Triple Bottom Line for your Health
Mary Bacon | On 14, Jan 2017
Whether I am working with Olympic athletes or corporate clients, the demands on the body, mind and emotions are similar to achieve results in all facets of life.
Peak performance is just as important to the sales executive as it is to the elite athlete.
But how many of us think of applying the same motivation and discipline to our health and work life balance?
In my previous article, I talked about setting up a good foundation with clear intentions to achieve a healthy lifestyle for the entire course of your life.
It’s more important to set intentions that will improve your health and work-life balance than to set those that will over-tax your body and potentially lead to damage or problems. So, remember to listen to your body!
Working with driven people such as sales executive and CEOs, it is my experience that they require reserves of mental energy, physical stamina and stable emotions to achieve their targets and KPIs. But they are also inclined to set unrealistic goals that would overtake their life and may actually be detrimental to their health.
It is imperative to have a holistic approach to your health and wellbeing. It’s really a non-negotiable – like a triple bottom line for your health!
Many people simply need some help to find regular time for exercise and healthy lifestyle activities.
As the New Year starts and you get back to work and training, why not make some decisions that this year will be different, better, bigger, healthier and wiser!
Here are six tips for peak performance – and you don’t have to be an elite athlete!
Mindset – Optimism!
We don’t pay attention to boring things.
Get excited about living a big life, a full life. Start by depositing healthy thoughts, empower yourself with positive, uplifting and results-oriented mantras.
If meditation does not work for you, perhaps go into a focused stillness. Visualize an end result to something your heart desires. It could be a financial goal or it could be a health goal.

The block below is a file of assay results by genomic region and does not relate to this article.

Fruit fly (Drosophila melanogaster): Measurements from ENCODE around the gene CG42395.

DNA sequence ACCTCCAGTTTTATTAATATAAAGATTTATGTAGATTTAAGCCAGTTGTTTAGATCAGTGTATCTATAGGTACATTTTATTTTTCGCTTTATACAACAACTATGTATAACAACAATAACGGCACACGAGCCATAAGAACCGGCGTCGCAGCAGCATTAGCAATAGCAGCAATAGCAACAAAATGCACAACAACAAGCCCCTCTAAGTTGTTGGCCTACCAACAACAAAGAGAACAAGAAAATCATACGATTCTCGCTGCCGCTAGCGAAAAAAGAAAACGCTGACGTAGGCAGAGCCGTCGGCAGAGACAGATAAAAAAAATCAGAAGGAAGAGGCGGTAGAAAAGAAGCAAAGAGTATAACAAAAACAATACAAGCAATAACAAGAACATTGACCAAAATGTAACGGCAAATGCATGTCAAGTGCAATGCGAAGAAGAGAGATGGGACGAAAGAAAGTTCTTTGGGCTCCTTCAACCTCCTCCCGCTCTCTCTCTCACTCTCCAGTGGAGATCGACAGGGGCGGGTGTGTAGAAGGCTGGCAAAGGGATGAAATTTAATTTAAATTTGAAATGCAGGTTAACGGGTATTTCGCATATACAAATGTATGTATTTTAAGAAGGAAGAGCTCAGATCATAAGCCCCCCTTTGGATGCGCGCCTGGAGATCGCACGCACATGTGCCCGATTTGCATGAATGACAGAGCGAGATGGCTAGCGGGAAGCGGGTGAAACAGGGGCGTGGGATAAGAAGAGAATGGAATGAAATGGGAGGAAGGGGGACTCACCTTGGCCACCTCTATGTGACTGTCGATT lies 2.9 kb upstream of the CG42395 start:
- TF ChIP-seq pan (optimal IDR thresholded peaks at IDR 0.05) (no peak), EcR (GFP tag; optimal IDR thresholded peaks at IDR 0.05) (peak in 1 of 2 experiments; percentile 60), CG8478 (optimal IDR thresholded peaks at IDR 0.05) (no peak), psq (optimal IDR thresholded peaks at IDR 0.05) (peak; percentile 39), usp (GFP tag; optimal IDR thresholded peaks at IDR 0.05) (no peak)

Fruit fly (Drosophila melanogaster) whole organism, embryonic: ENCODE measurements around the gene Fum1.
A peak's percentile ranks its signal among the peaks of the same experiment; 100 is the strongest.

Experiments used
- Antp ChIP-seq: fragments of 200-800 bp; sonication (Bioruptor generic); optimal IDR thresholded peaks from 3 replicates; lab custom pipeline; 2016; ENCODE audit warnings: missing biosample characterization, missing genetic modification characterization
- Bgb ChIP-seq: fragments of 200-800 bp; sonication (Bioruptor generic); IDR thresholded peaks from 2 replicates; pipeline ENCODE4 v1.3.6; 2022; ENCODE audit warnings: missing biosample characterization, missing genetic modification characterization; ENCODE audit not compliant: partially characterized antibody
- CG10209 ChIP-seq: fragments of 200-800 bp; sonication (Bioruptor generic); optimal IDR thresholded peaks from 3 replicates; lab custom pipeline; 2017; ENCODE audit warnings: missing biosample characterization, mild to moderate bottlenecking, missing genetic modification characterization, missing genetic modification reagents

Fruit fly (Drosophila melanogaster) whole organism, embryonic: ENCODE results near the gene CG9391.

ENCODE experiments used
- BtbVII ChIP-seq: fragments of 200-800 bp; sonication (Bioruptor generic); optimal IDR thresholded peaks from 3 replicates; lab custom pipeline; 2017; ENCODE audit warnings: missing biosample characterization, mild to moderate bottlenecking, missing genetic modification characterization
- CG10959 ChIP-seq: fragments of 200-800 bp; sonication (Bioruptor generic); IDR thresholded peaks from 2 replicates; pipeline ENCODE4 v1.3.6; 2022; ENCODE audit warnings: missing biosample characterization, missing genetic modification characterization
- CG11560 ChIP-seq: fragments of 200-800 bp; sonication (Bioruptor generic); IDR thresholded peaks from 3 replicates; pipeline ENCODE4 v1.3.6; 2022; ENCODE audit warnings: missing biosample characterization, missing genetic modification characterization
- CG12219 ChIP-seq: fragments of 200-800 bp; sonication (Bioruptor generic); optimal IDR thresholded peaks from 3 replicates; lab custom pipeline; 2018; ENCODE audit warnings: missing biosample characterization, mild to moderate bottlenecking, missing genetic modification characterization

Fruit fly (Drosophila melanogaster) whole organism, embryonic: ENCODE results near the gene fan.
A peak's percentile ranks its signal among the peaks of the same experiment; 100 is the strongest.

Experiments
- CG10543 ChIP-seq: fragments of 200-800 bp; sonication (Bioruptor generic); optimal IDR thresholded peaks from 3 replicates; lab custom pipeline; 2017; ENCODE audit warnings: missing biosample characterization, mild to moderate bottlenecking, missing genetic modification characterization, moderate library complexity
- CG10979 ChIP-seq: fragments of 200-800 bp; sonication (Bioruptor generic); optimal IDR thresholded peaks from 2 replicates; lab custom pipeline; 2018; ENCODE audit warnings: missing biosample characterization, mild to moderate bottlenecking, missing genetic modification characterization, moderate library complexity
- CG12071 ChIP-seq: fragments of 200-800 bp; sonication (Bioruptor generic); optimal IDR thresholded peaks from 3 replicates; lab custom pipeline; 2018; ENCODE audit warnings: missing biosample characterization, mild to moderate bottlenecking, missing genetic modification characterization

On a subconscious level, you are programming your brain to achieve more. Every morning you will wake up energized and ready to go.
Sleep – Nightly nourishment!
Adrianna Huffington (Huffington Post) in her book ‘Thrive’ talks about re-defining success and the nightly nourishment of sleep.
Her metaphor of ‘sleeping your way to the top’ can’t be any closer to the truth. Scientific studies now show that sleep deprived bodies lead to weight gain, heart disease, Alzheimer’s and some cancers. It is well proven that excessive fatigue reduces performance and leads to poor decision-making.
Your aim should be to get 7 hours of good quality sleep.
Exercise – Cognitive benefit!
Exercise has an enormous effect on your mental, emotional and physical state. A fit body requires less sleep and less stimulants such as coffee or caffeinated drinks.
Research shows that exercise prevents many diseases including cancers, Alzheimer’s and bone density disorders. Strength training also provides cognitive benefits, however, too much exercise can hurt cognition.
Exercise can also have a negative response on the body. It is a stressor, increases the adrenal pump and the workload on the heart.
Choose activities you enjoy that also cover the key areas of aerobic, strength training and therapeutic exercises.
Nutrition – Eat for performance!
You don’t have to be an athlete to be eating for performance. Mental clarity and energy is required every day in decision-making, combating stress and disease.
Don’t focus so much on only creating, cooking and choosing the foods that are healthy. It’s often simpler to eliminate the foods that are not good for you. Most of us know that a bottle of wine, too much coffee, high sugar fix foods and junk food are not good for our bodies. Eliminate those and you automatically improve your nutrition.
Stress – How much is too much?
Stress helps drive us to peak performance. But adrenaline and cortisol build up over a long period causing harmful effects on our mind and body.
Men and women respond differently to stress, as do different personality types. Some need stimuli with the right amount of adrenaline, however others need total ‘Zen moments’ that clear out emotional, mental and physical drain.
Find stress release mechanisms that work for you to keep your stress at manageable levels.
Hydration – Body
The average human body is approximately 60% water. Some obese people have as little as 45%.
The digestive system of a hydrated body functions better with the absorption of nutrients and elimination. Another key factor is improving blood circulation and avoiding headaches.
Typically, you should drink 0.033 x your body weight in kg. For example, a 75kg person should drink about 2.5 litres per day (more if exercising). Buy a 1.5 litre water bottle to keep at your desk and remember to refill it once during the day.
You should be able to identify some changes from this list that will help improve your health. I recommend relatively small changes that you can stick with for the long term – because that delivers results for life.
And for my highly-driven people who are thinking, That’s pretty easy! – my challenge to you is to choose an improvement in every one of these areas and do them for two weeks. Watch the results and stay with it for life. Challenging enough?
Whether you are an athlete, corporate executive or whomever, the Triple Bottom Line is this: continuous and sustained improvements lead to peak performance.